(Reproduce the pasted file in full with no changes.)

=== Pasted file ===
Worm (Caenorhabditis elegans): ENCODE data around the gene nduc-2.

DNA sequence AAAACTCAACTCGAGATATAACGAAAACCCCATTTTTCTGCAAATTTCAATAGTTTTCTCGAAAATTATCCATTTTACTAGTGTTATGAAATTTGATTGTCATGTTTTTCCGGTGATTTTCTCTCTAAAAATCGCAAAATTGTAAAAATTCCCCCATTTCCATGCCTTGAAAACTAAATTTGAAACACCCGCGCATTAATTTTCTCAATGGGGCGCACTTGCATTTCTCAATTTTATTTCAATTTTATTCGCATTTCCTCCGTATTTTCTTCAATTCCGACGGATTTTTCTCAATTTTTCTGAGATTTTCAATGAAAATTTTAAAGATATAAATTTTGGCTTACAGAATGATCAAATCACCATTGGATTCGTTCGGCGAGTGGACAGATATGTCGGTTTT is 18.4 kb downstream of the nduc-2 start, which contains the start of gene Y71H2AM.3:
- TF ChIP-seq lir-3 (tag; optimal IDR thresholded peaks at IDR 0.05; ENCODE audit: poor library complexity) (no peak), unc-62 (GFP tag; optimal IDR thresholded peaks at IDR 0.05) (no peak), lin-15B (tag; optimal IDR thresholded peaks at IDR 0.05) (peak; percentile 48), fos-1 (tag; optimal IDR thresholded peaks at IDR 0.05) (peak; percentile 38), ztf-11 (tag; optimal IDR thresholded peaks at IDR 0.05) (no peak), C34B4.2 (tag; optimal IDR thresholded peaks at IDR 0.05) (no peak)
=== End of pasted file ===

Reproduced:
Worm (Caenorhabditis elegans): ENCODE data around the gene nduc-2.

DNA sequence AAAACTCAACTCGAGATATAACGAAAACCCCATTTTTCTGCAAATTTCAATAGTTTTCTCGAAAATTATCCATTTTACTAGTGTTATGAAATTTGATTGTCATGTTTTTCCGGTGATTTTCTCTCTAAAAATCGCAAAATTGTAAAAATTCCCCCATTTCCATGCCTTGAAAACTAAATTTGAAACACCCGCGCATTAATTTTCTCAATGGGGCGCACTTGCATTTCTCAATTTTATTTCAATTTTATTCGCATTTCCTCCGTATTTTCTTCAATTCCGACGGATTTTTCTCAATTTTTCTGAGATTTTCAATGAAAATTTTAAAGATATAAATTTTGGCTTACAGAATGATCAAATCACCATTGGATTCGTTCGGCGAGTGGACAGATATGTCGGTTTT is 18.4 kb downstream of the nduc-2 start, which contains the start of gene Y71H2AM.3:
- TF ChIP-seq lir-3 (tag; optimal IDR thresholded peaks at IDR 0.05; ENCODE audit: poor library complexity) (no peak), unc-62 (GFP tag; optimal IDR thresholded peaks at IDR 0.05) (no peak), lin-15B (tag; optimal IDR thresholded peaks at IDR 0.05) (peak; percentile 48), fos-1 (tag; optimal IDR thresholded peaks at IDR 0.05) (peak; percentile 38), ztf-11 (tag; optimal IDR thresholded peaks at IDR 0.05) (no peak), C34B4.2 (tag; optimal IDR thresholded peaks at IDR 0.05) (no peak)